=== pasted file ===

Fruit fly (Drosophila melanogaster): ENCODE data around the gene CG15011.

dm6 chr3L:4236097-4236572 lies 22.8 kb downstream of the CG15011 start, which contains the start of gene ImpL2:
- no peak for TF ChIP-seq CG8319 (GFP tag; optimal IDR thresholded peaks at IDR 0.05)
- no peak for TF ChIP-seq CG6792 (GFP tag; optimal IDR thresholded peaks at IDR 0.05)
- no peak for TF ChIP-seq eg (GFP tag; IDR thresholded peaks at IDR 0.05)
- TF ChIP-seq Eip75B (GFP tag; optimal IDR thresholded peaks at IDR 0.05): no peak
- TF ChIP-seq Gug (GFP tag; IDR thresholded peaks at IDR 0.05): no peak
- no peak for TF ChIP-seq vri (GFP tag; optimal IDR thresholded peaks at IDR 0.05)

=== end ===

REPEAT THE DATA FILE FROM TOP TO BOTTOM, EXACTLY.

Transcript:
Fruit fly (Drosophila melanogaster): ENCODE data around the gene CG15011.

dm6 chr3L:4236097-4236572 lies 22.8 kb downstream of the CG15011 start, which contains the start of gene ImpL2:
- no peak for TF ChIP-seq CG8319 (GFP tag; optimal IDR thresholded peaks at IDR 0.05)
- no peak for TF ChIP-seq CG6792 (GFP tag; optimal IDR thresholded peaks at IDR 0.05)
- no peak for TF ChIP-seq eg (GFP tag; IDR thresholded peaks at IDR 0.05)
- TF ChIP-seq Eip75B (GFP tag; optimal IDR thresholded peaks at IDR 0.05): no peak
- TF ChIP-seq Gug (GFP tag; IDR thresholded peaks at IDR 0.05): no peak
- no peak for TF ChIP-seq vri (GFP tag; optimal IDR thresholded peaks at IDR 0.05)